Difference between Plants and Fungi

R.H.Whittaker classified organisms based on several characteristics. Cellular organization, reproduction, phylogeny, mode of nutrition, etc. are taken into account. Thus, plants and fungi are classified under separate kingdoms.

Plants

Plants are multicellular, eukaryotic autotrophs with a rigid cell wall. They have different parts for support, anchorage and photosynthesis. They have photosynthetic pigment called chlorophyll, and can make their own food. Thus, they are considered as primary producers in an ecosystem.

Parts of plant

Fungi

Fungi are also eukaryotes. They include both microscopic (yeast) and macroscopic (mushrooms) organisms. Most fungi are filamentous structures. They have long thread-like hyphae, which form a network called mycelium.

They lack chlorophyll and show a heterotrophic mode of nutrition. They have a vital role in the ecosystem as decomposers. Spores help in the reproduction of fungi.

Extended Reading: Kingdom Fungi

Structure of Fungi

Difference between Plants and Fungi

Plants

Fungi

Plants are autotrophic eukaryotes. Fungi are heterotrophic eukaryotes.
They are producers in a food chain. They are decomposers in a food chain.
Their cell wall is made of cellulose. Their cell wall is made of chitin.
The food is usually stored as starch. The food is stored as glycogen.
Plants have chlorophyll. Fungi do not have chlorophyll.
Most of the plants have roots, leaves and stems. The fungal body includes hyphae (they interconnect to form mycelium).
Sexual reproduction – Fusion of male and female gametes happen to produce offspring.

Asexual reproduction – The two major types are apomixis and vegetative propagation.

Sexual reproduction – The cytoplasm and nucleus of the two-parent cells fuse to form a gamete. They undergo meiosis to produce spores.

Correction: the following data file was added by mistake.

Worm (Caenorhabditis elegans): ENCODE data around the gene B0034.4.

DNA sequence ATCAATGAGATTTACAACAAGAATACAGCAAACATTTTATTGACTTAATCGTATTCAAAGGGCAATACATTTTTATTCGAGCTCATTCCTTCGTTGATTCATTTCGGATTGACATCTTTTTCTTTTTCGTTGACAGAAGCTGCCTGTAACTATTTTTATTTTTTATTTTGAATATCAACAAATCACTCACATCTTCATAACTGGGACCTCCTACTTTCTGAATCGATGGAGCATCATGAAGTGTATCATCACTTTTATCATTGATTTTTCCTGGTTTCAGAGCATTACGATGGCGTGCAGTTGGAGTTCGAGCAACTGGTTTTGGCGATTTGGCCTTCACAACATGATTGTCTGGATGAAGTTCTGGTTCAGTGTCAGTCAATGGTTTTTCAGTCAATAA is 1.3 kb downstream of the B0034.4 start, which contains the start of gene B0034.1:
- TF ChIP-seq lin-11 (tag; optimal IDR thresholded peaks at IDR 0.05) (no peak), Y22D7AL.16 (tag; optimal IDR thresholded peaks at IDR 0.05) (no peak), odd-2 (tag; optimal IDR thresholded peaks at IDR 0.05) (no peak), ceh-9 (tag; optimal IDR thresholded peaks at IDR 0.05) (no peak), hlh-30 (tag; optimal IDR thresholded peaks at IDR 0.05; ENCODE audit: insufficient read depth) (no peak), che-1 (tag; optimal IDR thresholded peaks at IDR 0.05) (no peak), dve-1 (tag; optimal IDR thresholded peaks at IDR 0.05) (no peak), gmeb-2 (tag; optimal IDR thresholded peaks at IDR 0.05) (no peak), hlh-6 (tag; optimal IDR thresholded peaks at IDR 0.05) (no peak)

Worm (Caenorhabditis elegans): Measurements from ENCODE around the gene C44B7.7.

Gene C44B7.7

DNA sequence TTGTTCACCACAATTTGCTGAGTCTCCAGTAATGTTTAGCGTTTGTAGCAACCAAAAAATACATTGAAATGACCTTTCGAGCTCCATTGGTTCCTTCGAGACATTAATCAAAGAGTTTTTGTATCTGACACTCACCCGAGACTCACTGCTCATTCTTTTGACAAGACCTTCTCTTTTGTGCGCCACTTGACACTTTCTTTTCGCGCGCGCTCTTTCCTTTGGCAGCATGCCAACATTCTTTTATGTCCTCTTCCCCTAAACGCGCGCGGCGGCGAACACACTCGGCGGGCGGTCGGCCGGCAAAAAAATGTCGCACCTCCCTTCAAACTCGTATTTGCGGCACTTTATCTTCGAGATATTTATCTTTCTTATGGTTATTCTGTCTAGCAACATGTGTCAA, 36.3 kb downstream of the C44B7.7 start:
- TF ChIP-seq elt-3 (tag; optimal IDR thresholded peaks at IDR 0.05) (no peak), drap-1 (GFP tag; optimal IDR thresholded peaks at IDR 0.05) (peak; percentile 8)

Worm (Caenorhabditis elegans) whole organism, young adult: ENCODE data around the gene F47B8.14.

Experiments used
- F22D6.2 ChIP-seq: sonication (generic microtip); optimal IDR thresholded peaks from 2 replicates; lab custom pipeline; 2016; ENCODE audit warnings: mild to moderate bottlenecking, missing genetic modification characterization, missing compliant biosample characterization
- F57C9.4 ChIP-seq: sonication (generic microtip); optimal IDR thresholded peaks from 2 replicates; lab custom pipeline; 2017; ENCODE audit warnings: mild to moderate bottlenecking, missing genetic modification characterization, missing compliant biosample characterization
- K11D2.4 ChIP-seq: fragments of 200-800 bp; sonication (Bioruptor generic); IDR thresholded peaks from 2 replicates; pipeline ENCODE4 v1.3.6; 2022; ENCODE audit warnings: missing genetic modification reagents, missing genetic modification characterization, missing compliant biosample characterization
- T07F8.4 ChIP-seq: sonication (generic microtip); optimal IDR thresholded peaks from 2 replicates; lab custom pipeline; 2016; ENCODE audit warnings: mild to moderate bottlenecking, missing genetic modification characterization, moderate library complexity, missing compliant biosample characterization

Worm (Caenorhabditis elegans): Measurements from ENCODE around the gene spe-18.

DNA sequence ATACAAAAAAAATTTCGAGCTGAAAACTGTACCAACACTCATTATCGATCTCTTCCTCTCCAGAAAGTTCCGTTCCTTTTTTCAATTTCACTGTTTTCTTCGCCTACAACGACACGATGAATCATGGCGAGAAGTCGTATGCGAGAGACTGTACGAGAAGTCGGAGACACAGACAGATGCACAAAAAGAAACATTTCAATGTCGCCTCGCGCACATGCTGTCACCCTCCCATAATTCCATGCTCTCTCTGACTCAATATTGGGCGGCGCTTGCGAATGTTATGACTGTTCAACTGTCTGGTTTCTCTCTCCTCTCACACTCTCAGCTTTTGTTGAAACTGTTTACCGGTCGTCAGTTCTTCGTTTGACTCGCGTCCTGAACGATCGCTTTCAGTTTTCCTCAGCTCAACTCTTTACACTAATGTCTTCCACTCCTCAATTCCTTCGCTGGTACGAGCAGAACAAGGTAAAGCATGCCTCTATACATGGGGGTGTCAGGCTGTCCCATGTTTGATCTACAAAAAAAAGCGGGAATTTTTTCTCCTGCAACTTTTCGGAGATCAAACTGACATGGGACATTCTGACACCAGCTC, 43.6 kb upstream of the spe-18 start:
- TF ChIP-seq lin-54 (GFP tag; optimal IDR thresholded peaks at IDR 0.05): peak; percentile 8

Asexual reproduction – This happens through spores, budding or fragmentation.

Plant kingdom classification includes – Thallophyta, Pteridophyta, Bryophyta, Gymnosperms and Angiosperms. Kingdom fungi includes – Ascomycetes, Zygomycetes, Basidiomycetes, Deuteromycetes.
Examples – Coconut tree, Rose plant, etc. Examples – Molds, Mushrooms, etc.

Also Read: Differences between Fungi and Algae

Frequently Asked Questions

What is mycology?

The study of fungi is termed mycology. The fungi are eukaryotes that include yeast and mushrooms. The structure and properties of fungi, along with their relationship with other organisms, are explored in mycology.

What are the similarities between plants and fungi?

Both fungi and plants are eukaryotes. They do not show any movement or locomotion. Also, both plants and fungi have membrane-bound nuclei.

Do fungi have chloroplast?

No, fungi do not have chloroplast as well as chlorophyll. They are heterotrophic organisms. Their mode of nutrition can be symbiotic, parasitic or saprophytic. Fungi produce enzymes to break complex organic food into its simpler forms.

What are cryptogams and phanerogams?

Cryptogams and phanerogams are classifications under the plant kingdom. Cryptogams include non-flowering plants such as bryophytes, thallophytes and pteridophytes. Phanerogams include flowering plants like angiosperms and non-flowering plants like gymnosperms.

Also see: Plant Kingdom Classification

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